GIFTS FOR CHRIST
And, behold, the star, which they had seen in its rising, led them on until it came and stood over the place where the little child was. When they saw the star, they rejoiced with exceeding great joy. When they came into the house, they saw the little child with Mary, his mother, and they fell down and worshipped him; and they opened their treasures, and offered to him gifts, gold, frankincense and myrrh. And because a message from God came to them in a dream, telling them not to go back to Herod, they returned to their own country by another way.
So the wise men found their way to Bethlehem. We need not think that the star literally moved like a guide across the sky. There is poetry here, and we must not turn lovely poetry into crude and lifeless prose. But over Bethlehem the star was shining. There is a lovely legend which tells how the star, its work of guidance completed, fell into the well at Bethlehem, and that it is still there and can still be seen sometimes by those whose hearts are pure.
Later legends have been busy with the wise men. In the early days eastern tradition said that there were twelve of them. But now the tradition that there were three is almost universal. The New Testament does not say that there were three, but the idea that there were three no doubt arose from the threefold gift which they brought.
Later legend made them kings. And still later legend gave them names, Caspar, Melchior and Balthasar. Still later legend assigned to each a personal description, and distinguished the gift which each of them gave to Jesus. Melchior was an old man, grey haired, and with a long beard, and it was he who brought the gift of gold. Caspar was young and beardless, and ruddy in countenance, and it was he who brought the gift of frankincense. Balthasar was swarthy, with the beard newly grown upon him, and it was he who brought the gift of myrrh.
From very early times men have seen a peculiar fitness in the gifts the wise men brought. They have seen in each gift something which specially matched some characteristic of Jesus and his work.
(i) Gold is the gift for a king. Seneca tells us that in Parthia it was the custom that no one could ever approach the king without a gift. And gold, the king of metals, is the fit gift for a king of men.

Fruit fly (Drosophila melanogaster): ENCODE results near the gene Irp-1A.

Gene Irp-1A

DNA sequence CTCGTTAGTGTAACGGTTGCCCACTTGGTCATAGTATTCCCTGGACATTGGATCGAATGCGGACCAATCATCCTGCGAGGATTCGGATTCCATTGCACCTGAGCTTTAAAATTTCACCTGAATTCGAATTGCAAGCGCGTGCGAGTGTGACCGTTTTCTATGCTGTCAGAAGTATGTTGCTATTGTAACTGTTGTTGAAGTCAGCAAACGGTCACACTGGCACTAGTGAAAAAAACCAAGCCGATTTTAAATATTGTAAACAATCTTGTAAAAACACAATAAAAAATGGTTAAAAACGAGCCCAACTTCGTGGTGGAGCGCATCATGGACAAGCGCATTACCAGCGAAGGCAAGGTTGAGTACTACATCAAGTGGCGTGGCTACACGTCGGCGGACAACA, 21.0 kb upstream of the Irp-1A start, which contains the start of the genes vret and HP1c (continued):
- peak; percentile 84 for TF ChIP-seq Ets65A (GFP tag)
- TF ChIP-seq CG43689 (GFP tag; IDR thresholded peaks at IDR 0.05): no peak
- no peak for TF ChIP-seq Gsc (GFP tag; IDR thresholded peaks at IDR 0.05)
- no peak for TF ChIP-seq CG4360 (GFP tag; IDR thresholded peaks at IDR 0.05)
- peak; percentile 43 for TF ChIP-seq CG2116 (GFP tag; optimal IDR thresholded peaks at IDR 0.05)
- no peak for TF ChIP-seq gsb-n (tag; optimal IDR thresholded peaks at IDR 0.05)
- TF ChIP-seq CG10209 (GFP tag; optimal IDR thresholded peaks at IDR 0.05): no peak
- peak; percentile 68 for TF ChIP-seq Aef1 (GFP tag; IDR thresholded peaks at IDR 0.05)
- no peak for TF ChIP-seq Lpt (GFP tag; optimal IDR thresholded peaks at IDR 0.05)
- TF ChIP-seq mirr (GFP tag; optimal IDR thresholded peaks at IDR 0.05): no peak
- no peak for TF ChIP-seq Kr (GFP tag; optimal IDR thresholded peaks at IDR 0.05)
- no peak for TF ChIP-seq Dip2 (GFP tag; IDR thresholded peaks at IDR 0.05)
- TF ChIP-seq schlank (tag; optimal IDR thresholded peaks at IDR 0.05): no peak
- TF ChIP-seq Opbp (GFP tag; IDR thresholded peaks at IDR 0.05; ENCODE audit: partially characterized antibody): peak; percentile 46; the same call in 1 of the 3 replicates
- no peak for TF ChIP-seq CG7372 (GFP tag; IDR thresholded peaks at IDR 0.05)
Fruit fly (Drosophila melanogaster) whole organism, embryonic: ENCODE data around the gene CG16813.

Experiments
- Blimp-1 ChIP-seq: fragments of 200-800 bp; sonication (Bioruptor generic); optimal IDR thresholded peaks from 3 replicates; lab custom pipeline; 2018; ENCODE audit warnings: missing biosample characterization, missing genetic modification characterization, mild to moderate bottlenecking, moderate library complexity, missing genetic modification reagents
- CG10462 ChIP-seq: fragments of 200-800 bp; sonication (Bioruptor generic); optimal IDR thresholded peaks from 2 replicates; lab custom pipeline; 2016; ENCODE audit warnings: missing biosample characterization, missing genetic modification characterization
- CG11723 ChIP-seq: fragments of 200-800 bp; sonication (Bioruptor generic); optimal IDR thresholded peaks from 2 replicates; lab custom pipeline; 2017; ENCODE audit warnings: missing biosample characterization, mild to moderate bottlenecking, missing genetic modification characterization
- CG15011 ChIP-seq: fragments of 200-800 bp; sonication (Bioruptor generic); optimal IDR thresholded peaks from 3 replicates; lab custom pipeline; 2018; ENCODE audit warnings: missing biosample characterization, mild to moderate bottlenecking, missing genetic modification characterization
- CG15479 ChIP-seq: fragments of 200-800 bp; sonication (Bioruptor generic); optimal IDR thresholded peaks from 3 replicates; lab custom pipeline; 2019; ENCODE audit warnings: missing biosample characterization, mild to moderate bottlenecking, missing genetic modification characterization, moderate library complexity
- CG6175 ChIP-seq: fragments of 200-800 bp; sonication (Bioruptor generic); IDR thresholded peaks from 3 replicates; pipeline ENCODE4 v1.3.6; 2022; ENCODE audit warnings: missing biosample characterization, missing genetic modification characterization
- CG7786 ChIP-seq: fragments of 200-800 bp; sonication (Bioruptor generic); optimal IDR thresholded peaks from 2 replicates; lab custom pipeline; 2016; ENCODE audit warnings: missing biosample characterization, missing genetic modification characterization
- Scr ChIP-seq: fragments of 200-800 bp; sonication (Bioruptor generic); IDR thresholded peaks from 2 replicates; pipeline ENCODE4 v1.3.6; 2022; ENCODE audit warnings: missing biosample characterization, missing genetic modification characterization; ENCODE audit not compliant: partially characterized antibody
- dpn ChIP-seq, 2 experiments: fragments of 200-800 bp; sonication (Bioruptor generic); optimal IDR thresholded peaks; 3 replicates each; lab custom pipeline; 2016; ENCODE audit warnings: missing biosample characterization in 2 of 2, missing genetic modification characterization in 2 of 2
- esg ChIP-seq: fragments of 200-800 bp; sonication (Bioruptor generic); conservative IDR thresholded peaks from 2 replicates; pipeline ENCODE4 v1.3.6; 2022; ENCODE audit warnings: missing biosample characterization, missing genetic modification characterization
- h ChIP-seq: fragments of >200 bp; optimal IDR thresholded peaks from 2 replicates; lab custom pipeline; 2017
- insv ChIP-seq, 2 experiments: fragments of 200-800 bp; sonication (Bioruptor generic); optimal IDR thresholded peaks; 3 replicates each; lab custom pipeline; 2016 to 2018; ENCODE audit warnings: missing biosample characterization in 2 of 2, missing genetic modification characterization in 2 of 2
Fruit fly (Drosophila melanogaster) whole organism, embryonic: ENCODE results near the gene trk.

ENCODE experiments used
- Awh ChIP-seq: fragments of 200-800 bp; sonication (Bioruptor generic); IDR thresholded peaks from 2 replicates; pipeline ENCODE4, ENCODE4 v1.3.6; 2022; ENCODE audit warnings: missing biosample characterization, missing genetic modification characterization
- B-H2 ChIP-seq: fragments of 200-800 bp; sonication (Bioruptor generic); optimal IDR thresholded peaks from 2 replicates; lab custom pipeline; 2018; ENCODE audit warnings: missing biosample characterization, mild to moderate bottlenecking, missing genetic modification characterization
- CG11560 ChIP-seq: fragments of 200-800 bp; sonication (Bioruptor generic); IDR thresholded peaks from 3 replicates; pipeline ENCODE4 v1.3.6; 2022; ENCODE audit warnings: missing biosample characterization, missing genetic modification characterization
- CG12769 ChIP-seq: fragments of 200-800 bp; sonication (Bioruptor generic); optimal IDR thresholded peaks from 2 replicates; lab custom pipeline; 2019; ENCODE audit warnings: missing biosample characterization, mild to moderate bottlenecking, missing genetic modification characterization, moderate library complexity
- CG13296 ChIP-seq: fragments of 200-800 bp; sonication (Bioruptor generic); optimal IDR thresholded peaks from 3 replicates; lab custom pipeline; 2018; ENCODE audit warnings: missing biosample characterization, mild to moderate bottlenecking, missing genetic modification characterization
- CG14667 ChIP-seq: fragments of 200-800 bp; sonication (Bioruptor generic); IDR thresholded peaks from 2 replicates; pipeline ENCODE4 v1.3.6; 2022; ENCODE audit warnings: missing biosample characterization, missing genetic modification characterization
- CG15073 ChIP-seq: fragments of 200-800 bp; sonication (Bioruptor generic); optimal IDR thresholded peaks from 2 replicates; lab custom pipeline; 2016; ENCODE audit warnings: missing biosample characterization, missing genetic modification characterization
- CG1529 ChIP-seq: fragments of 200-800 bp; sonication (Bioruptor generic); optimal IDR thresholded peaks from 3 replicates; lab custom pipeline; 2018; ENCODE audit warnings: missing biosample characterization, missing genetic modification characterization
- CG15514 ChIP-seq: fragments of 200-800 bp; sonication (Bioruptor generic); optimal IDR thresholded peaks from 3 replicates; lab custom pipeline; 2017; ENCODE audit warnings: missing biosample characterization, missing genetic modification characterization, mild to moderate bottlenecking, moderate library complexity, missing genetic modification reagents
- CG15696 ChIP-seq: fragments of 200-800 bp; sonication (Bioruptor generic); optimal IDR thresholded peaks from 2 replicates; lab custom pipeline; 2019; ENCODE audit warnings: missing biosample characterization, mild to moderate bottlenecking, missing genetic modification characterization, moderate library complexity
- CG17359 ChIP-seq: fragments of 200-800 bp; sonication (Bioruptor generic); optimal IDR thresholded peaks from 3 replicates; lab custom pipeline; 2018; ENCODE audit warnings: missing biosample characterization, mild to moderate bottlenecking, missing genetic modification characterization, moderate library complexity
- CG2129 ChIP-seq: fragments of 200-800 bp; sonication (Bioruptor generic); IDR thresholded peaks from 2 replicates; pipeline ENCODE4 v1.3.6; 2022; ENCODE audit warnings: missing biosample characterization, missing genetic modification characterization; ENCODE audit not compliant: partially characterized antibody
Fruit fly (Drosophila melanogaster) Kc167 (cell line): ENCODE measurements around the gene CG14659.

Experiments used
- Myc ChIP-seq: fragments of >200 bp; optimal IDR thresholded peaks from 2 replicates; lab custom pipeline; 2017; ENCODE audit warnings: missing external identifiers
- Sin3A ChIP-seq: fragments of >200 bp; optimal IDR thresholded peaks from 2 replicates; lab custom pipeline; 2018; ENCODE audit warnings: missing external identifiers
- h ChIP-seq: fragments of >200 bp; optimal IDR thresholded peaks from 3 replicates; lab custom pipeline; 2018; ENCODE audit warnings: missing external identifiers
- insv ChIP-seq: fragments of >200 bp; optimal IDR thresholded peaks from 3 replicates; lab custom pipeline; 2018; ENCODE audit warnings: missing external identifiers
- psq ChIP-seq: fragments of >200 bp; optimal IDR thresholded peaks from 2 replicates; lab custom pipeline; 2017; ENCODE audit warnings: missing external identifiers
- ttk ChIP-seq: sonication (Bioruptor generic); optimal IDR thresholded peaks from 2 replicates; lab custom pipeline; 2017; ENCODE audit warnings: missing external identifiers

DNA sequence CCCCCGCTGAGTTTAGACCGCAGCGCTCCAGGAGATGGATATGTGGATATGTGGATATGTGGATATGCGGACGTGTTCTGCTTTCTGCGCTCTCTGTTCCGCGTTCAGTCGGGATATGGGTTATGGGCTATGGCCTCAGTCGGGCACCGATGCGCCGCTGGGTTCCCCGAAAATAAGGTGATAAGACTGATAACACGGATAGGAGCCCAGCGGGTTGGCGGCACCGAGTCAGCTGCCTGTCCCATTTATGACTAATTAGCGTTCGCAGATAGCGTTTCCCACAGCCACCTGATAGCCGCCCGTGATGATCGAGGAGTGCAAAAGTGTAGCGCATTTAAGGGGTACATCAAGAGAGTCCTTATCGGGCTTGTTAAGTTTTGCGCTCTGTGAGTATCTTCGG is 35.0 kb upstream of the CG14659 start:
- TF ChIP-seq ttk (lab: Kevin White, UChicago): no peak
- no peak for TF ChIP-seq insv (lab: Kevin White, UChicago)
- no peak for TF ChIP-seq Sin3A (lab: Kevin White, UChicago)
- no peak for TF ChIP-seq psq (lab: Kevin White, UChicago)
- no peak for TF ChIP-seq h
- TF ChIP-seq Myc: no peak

So then Jesus was “the Man born to be King.” But he was to reign, not by force, but by love; and he was to rule over men’s hearts, not from a throne, but from a Cross.
We do well to remember that Jesus Christ is King. We can never meet Jesus on an equality. We must always meet him on terms of complete submission. Nelson, the great admiral, always treated his vanquished opponent?, with the greatest kindness and courtesy. After one of his naval victories, the defeated admiral was brought aboard Nelson’s flagship and on to Nelson’s quarter-deck. Knowing Nelson’s reputation for courtesy, and thinking to trade upon it, he advanced across the quarter-deck with hand outstretched as if ne was advancing to shake hands with an equal. Nelson’s hand remained by hi.% side. “Your sword first,” he said, “and then your hand.” Before we must be friends with Christ, we must submit to Christ.
(ii) Frankincense is the gift for a priest. It was in the Temple worship and at the Temple sacrifices that the sweet perfume of frankincense was used. The function of a priest is to open the way to God for men. The Latin word for priest is pontifex, which means a bridge-builder. The priest is the man who builds a bridge between men and God.
That is what Jesus did. He opened the way to God; he made it possible for men to enter into the very presence of God.
(iii) Myrrh is the gift for one who is to die. Myrrh was used to embalm the bodies of the dead.
Jesus came into the world to die. Holman Hunt has a famous picture of Jesus. It shows Jesus at the door of the carpenter’s shop in Nazareth. He is still only a boy and has come to the door to stretch his limbs which had grown cramped over the bench. He stands there in the doorway with arms outstretched, and behind him, on the wall, the setting sun throws his shadow, and it is the shadow of a cross. In the background there stands Mary, and as she sees that shadow there is the fear of coming tragedy in her eyes.
Jesus came into the world to live for men, and, in the end, to die for men. He came to give for men his life and his death.
Gold for a king, frankincense for a priest, myrrh for one who was to die–these were the gifts of the wise men, and, even at the cradle of Christ, they foretold that he was to be the true King, the perfect High Priest, and in the end the supreme Saviour of men.
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